And did I mention that it was a fraction of the price of actual rhinoplasty?

But if the Beauty Lift High Nose isn’t your cup of tea, than what about the Breast Gymnastics Hand Massager. The title is a bit more nebulous, and honestly I really don’t know where to begin with this one. My breasts are going to do gymnastics? I read gymnastics and I think balance beam and back handsprings. How do my boobs fit into the equation?

Basically it’s a hand massager that’s used to reshape sagging boobs, and because of it’s size, it can reach around into those places that your hands cannot. (Although that’s what lovers are for). The plastic hand is even molded in the shape of the woman’s hand who developed this cutting edge product, so it’s as if she’s feeling you up.

The woman has developed a system called, Breast Gymnastics, which consists of a bunch of different ways to massage the breasts, including jiggling and juggling them. She claims that this will increase breast health and improve their shape. I’m all for healthy mammaries and keeping gravity at bay, but the fact that Breast Gymnastics is a thing confuses the fuck out of me.

Back in the day, we called this massaging a self breast exam, or simply playing with ourselves (because we could). Sometimes, when we were lucky, we had someone else play with them.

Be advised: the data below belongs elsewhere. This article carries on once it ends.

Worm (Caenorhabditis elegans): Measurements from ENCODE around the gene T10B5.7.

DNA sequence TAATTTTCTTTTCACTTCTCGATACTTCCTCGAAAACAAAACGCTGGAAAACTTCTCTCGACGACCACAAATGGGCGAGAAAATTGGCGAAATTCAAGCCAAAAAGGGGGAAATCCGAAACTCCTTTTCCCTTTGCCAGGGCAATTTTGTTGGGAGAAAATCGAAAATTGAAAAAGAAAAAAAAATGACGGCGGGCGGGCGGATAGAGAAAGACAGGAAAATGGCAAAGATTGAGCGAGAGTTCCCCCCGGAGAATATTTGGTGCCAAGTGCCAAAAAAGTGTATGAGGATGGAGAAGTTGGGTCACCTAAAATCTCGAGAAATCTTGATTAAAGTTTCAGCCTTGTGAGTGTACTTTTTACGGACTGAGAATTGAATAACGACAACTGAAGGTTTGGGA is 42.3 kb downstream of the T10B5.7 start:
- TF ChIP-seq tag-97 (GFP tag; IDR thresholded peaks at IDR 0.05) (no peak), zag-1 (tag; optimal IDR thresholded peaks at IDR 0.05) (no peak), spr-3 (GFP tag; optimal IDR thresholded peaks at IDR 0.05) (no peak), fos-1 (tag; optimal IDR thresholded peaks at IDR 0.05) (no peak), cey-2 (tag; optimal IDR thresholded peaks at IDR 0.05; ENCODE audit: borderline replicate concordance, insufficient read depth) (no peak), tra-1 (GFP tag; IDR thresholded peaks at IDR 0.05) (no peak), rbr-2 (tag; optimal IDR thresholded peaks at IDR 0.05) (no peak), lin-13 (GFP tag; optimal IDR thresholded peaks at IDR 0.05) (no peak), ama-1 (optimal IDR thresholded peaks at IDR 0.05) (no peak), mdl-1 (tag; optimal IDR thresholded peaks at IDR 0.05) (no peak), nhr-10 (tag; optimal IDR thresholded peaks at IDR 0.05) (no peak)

Why do I need to read a book, watch a video, or buy what looks like a fancy back scratcher, to do this? Someone enlighten me. Please.



The Highly Improbable Was Hi-Larious

Coincidence or Random

I’ve always been fascinated by signs, symbols, synchronicity, coincidences (or not), and seemingly random convergences that make you shriek, okay, that has to mean something.

I believe that we’re all energy and that we can will an idea, or an image in our mind, into existence (or get close) because of the power of suggestion. It’s also entertaining to think that the universe has a mind of its own and can be a total bitch, acting out just to fuck with us.

I was practically strangled by a few random coincidences (or not) the other evening. And if the highly improbable had not occurred, and was therefore highly hilarious, I might have drowned in a puddle of my own tears.

It’s been awhile since I went to the theater. I’ve been busy, culturally unmotivated, and not in a Broadway state of mind. Shit, I never thought those words would ever fall from my mouth. In any case, a friend invited me to see the play, The Father. I didn’t know what it was about other than there probably was a father figure figured into the show.